For most of this week, I was in Cannes for the MIPTV conference, finding out how the television industry is responding to digital disruption.
The conference’s MIPCube strand included a session run by YouTube aimed at content creators. ‘Working with YouTube: A Creators Masterclass’ promises practical advice for anyone running their own channel, and while it was focused on TV-like video, there were some useful titbits for musicians too.
Cross-promotion works well. It’s something that a lot of YouTube stars (or ‘YouTubers’ as Google calls them) have learned to do, collaborating, making cameo appearances or simply promoting one another’s channels in call-outs at the end of their videos. “Try to collaborate with other YouTube creators and partners who create similar content, or even who do different content,” said David Ripert, head of YouTube Next Lab EMEA.
Subscriptions are important. “For us it’s very important to have people subscribed to these channels and coming back every day,” said Ripert. “YouTube is becoming a daily destination. Subscriptions generate a lot more views and a lot more watch time… People who subscribe to your channel watch twice as many videos as if they don’t subscribe.” He added that for many channels, more than 20% of their total views come from their subscribers.
Consistency of uploading can be useful. Do fans know when to expect your next video, or do you just put them up any time that suits you? There was talk of more traditional TV-style scheduling appearing on YouTube, with YouTubers setting and sticking to a schedule so their subscribers learn when to check back for their latest content. For more on this, see my separate interview with SB.TV boss Jamal Edwards, who’s doing exactly this with music.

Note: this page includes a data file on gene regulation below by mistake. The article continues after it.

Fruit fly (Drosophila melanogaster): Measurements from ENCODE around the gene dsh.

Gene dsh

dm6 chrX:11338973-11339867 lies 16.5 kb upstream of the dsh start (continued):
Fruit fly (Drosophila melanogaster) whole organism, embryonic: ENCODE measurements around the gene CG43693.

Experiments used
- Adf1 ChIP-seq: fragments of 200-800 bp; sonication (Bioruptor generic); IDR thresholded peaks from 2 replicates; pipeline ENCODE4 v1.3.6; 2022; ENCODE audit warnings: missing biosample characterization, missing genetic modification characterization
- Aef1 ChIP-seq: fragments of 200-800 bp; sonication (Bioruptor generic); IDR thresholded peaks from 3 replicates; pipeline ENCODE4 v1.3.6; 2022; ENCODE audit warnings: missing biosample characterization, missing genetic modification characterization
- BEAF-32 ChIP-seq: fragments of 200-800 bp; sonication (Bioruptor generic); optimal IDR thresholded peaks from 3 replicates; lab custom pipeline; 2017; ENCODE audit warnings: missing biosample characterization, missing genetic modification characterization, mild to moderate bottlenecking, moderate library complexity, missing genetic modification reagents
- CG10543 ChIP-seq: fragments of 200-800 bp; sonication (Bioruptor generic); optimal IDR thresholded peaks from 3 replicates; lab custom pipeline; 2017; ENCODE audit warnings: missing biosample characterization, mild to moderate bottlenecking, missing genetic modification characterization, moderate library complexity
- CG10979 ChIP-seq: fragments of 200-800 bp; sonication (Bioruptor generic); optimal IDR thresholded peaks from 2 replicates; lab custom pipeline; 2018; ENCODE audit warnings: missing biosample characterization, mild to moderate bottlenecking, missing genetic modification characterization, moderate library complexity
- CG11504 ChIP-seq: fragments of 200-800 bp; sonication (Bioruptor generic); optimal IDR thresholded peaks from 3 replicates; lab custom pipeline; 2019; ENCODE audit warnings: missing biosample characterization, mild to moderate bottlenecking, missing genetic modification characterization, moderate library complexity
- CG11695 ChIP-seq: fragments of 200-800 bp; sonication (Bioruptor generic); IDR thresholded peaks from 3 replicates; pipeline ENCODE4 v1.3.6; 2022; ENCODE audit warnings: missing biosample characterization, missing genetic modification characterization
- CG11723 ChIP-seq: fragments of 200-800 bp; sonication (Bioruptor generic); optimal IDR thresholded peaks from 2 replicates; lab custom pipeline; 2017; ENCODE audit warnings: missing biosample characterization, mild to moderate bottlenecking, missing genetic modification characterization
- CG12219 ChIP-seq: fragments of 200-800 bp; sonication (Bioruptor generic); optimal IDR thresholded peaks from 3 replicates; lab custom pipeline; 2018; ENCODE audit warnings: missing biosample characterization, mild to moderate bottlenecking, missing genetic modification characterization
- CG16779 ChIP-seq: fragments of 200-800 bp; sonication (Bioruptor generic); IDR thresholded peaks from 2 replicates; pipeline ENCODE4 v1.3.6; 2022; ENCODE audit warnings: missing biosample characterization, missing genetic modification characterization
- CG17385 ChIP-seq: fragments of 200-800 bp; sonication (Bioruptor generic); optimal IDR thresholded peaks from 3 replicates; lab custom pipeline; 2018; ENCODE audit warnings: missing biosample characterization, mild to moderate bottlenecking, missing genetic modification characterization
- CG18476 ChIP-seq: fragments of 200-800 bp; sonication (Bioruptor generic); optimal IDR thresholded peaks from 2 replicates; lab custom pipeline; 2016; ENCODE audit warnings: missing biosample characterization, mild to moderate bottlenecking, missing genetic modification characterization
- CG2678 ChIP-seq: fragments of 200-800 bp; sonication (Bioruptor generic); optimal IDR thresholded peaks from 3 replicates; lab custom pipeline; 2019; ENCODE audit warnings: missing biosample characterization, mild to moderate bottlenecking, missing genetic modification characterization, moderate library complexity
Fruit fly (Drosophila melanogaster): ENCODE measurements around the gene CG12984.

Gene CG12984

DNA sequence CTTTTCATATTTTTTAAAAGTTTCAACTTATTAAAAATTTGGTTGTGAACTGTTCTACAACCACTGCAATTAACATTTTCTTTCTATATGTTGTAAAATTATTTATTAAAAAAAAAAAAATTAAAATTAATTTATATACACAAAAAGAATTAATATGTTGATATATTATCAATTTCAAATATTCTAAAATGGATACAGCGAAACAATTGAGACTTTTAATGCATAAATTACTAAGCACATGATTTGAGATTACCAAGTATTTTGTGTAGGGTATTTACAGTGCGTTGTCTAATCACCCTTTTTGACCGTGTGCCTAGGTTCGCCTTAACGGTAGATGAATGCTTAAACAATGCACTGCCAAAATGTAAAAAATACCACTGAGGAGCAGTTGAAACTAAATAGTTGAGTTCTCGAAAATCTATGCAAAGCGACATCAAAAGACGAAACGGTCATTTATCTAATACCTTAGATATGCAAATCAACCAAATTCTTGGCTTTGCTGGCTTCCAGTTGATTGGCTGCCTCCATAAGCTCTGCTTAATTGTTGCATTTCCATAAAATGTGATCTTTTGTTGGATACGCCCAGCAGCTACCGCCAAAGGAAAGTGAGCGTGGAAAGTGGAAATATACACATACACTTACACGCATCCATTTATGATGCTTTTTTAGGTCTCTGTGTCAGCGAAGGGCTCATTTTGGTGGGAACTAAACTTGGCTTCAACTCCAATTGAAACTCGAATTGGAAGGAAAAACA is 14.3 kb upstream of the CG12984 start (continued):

Keep an eye on what’s trending. This may feel a little cynical at first, but Ripert advised creators to keep a keen eye on what’s in the news, and what’s trending on Google’s search engine (Google Trends is your friend in the latter case). The idea: a savvy YouTuber will often jump on something topical, give their opinion and (possibly) get themselves in front of lots of potential new subscribers.
Multiplying a video’s footprint. This was a specific phrase used by Ripert to describe chopping up longer videos into shorter chunks. He was referring to a documentary made by Vice, but it could as much apply to concert videos from musicians or other longform musical content. One reason to make a long video into several shorter ones: it creates a harder-to-miss “stack of content” in subscribers’ feeds on YouTube.
Include fans in the videos. There was a strong sense in the session that the most successful YouTubers are the ones who don’t just broadcast at their fans, but include them in more of a two-way conversation. Asking them questions (and answering them), responding to comments, quoting the views of fans in future videos, and even posting or linking to fans’ videos.
These are quite general tips, but they’re something to think about. And, unsurprisingly, Ripert also reminded attendees at MIPCube about YouTube’s new industry-specific PlayBook Guides, which provide deep-dives into tips that work for different kinds of YouTube creators. You can find the music one here as a PDF.